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Did your employer violate your rights by firing you?

If you recently lost your job and feel that the events leading up to your termination may have violated your rights in some way, you are likely not the only person in Rhode Island currently facing such problems. No matter if you worked at your place of employment for decades or it was a rather new position you only held for a month or so, if you believe your employer wrongfully terminated you, you may want to seek justice.

As you probably are aware, employment law in most states includes employers' ability to hire and fire "at will," meaning your employer doesn't really need to have a specific reason for letting you go. That does not give him or her free license to obstruct justice, however. There are several issues that would constitute unlawful termination, in which case, you do not have to sit back and take it without a fight.

Types of situations that may signify wrongful termination

If your employer said or did something that you believe was illegal, there are definite steps you can take to rectify the situation. It's crucial to document exactly what an employer said or did that was unlawful, and it also helps to know where to turn for support when preparing to file a wrongful discharge lawsuit. The following information may be pertinent to your situation:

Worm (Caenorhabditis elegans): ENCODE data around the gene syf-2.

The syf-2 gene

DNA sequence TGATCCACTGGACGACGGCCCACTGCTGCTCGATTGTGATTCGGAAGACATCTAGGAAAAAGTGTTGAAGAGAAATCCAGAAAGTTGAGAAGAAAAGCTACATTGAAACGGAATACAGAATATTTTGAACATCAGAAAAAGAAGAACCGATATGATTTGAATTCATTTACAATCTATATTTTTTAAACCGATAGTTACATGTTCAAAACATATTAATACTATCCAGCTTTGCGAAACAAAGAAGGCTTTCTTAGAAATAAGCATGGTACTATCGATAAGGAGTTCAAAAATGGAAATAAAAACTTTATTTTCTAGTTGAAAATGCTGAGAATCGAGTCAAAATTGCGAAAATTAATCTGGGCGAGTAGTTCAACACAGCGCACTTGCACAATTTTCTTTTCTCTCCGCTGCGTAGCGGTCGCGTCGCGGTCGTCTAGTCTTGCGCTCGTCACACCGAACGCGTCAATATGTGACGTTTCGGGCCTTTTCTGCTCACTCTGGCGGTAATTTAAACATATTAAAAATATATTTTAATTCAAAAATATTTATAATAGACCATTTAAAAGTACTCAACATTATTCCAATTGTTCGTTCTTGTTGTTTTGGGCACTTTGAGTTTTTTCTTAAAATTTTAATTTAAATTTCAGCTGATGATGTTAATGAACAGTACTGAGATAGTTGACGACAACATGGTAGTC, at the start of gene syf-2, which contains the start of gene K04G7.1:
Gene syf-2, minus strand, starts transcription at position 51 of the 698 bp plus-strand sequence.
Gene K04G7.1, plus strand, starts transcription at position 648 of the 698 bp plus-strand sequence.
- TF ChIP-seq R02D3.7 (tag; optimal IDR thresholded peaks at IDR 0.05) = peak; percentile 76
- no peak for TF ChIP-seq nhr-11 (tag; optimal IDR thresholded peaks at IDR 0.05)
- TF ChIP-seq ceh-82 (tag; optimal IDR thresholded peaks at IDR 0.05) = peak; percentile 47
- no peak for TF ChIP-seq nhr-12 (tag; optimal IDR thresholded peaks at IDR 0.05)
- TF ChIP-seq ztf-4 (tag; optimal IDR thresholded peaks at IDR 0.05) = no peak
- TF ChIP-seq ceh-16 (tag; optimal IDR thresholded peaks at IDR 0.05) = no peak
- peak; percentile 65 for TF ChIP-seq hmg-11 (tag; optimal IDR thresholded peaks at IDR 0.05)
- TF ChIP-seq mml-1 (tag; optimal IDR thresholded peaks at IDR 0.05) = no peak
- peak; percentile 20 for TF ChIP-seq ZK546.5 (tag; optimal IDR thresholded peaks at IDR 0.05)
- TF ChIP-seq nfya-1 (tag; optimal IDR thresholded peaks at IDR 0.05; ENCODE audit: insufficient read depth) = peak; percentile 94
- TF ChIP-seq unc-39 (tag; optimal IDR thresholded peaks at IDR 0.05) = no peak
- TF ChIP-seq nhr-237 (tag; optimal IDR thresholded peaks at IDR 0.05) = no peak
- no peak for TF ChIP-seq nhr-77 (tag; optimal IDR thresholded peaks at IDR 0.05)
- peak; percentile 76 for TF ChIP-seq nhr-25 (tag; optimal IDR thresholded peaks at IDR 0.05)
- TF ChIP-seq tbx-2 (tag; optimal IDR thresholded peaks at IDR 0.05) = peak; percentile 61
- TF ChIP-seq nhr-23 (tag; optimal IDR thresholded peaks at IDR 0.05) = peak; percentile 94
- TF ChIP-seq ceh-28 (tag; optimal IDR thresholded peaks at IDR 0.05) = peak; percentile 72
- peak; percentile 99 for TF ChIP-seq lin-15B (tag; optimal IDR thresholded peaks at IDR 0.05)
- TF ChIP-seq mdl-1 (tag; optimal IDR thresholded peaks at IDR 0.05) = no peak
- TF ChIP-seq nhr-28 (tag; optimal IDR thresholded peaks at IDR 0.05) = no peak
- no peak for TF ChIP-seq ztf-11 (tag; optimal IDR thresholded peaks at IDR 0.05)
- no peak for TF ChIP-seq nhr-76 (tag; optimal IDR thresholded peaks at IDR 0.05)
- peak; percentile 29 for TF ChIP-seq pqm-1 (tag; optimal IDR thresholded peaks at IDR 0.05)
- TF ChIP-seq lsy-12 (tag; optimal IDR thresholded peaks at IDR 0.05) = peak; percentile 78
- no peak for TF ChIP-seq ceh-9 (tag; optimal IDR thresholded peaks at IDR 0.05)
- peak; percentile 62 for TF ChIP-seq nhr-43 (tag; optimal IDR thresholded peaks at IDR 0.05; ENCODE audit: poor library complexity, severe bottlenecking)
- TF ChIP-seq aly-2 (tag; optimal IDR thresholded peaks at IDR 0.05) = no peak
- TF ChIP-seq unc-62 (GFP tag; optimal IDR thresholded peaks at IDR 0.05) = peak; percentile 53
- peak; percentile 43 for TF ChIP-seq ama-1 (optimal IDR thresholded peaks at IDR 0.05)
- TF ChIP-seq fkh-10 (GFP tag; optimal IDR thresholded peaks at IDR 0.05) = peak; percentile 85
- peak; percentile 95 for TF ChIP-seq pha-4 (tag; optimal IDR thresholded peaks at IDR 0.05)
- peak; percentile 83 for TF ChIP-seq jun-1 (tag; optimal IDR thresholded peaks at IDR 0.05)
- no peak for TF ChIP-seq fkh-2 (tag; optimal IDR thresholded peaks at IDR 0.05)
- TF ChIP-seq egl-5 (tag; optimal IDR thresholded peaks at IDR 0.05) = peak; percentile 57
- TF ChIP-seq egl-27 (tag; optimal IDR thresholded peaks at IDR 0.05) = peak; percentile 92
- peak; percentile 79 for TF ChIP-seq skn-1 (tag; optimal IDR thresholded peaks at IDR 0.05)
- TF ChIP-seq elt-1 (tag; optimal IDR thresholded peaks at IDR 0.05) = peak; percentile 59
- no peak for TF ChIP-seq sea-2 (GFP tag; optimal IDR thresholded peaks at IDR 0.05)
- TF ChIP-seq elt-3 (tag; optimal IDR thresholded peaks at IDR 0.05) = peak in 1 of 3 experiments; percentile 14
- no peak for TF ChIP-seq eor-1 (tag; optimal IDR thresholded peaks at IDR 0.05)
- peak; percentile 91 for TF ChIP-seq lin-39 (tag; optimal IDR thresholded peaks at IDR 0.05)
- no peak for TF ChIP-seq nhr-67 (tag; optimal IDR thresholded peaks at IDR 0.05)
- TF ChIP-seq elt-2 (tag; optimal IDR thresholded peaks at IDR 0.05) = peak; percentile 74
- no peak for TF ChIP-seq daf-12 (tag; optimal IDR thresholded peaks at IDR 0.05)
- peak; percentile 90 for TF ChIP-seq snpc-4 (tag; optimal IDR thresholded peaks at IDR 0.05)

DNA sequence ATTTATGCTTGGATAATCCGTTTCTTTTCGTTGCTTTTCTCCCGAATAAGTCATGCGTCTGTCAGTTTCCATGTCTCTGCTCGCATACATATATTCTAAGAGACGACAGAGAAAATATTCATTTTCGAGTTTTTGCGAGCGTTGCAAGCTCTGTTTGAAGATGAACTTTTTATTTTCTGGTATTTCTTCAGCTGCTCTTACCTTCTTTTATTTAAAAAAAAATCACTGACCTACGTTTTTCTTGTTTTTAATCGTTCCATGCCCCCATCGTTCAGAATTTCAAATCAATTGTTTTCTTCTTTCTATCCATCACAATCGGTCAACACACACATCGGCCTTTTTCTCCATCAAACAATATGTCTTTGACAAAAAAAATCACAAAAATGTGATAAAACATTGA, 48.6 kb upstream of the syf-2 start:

• The law does not allow discrimination of any kind: If you were fired shortly after telling your boss you were pregnant, or if you believe you were fired because of your gender, race or age, you may have grounds for a wrongful termination lawsuit. 
  • Retaliation common in wrongful termination cases: Did you blow the whistle on your employer's wrongdoing or some other troubling situation in your workplace? If your employer fired you from your job after you reported a particular incident, you may want to speak to someone about filing a wrongful termination complaint.
  • Employers must honor existing contracts: If your job termination went against a contract you signed with your employer or an implied contract by verbal promise from your employer, it would likely fall under the wrongful discharge category.

Whether you wish to pursue justice because you want your job back or you simply want to seek legal accountability against your employer, you may be able to do either or both by reaching out for appropriate support. Careful documentation and timely reporting of such problems is often crucial to obtaining positive outcomes.

Many Rhode Island workers turn to experienced employment law attorneys for help because it's a lot less stressful to address such matters in court alongside legal representation than to try to go it alone.

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